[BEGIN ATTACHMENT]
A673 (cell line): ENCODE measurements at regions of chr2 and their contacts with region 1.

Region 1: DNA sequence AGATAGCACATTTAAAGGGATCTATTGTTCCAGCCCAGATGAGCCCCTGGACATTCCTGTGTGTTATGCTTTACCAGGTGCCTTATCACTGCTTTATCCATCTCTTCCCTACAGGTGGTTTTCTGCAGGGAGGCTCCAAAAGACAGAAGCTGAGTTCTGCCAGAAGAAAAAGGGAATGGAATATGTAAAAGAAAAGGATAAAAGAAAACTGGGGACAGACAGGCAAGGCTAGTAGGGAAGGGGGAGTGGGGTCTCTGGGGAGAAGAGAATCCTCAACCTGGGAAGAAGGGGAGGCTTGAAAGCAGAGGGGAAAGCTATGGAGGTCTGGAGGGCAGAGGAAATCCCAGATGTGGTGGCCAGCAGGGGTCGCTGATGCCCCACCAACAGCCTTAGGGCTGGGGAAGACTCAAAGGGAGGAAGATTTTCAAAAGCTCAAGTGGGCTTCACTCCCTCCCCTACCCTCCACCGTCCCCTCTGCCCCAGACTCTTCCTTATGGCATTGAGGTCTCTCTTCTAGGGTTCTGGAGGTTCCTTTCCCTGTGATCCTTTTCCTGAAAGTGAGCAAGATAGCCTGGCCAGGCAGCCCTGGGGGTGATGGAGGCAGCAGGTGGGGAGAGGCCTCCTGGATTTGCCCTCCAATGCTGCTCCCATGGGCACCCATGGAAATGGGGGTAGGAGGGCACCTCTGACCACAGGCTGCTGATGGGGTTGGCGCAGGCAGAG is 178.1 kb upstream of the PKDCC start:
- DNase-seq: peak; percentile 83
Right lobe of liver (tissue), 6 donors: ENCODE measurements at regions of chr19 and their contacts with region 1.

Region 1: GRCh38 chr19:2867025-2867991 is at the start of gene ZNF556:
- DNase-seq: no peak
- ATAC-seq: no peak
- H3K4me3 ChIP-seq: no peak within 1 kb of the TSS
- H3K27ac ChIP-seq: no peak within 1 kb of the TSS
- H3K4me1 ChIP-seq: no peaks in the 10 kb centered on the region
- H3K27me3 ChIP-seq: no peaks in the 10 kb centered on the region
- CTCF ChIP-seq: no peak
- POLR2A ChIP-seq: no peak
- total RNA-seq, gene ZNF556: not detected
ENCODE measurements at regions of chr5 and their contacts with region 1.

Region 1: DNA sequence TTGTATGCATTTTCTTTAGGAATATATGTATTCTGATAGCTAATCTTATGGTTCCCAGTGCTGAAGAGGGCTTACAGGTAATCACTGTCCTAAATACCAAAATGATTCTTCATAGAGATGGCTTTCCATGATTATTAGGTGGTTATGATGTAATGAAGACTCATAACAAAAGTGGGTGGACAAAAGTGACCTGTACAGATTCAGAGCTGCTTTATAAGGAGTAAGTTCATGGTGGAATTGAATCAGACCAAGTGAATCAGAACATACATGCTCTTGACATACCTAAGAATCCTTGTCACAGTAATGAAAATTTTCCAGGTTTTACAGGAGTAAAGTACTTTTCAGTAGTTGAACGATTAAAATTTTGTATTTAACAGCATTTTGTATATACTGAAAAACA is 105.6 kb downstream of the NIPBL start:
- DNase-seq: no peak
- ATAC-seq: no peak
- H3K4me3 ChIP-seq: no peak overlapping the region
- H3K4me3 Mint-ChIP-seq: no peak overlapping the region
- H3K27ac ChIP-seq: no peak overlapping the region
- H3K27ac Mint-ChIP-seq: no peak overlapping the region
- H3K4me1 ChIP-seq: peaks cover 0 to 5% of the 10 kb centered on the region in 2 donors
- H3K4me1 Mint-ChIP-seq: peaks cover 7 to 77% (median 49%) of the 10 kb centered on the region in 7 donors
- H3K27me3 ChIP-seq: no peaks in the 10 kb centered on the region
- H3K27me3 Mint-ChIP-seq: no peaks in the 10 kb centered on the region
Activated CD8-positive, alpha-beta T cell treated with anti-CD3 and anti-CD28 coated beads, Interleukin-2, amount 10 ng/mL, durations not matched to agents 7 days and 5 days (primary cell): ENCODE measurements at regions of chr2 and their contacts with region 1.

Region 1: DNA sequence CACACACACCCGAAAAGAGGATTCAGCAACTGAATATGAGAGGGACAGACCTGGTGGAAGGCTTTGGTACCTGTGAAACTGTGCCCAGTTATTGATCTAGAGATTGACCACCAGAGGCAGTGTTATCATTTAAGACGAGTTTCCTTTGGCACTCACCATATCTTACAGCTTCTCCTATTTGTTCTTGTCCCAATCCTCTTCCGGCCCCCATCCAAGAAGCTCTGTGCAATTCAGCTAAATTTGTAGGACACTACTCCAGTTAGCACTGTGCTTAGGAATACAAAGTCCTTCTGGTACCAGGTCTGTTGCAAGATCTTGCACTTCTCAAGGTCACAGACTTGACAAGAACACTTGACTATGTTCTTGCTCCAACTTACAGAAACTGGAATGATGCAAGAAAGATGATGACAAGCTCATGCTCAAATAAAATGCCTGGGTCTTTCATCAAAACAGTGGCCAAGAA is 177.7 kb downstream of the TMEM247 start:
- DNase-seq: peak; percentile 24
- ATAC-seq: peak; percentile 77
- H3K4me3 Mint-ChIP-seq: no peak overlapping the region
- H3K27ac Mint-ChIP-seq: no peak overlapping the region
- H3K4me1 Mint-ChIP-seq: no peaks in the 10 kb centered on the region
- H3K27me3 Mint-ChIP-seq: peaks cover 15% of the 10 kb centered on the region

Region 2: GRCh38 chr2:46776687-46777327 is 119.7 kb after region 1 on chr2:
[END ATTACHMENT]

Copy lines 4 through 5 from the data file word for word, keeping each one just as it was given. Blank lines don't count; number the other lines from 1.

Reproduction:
Right lobe of liver (tissue), 6 donors: ENCODE measurements at regions of chr19 and their contacts with region 1.

Region 1: GRCh38 chr19:2867025-2867991 is at the start of gene ZNF556: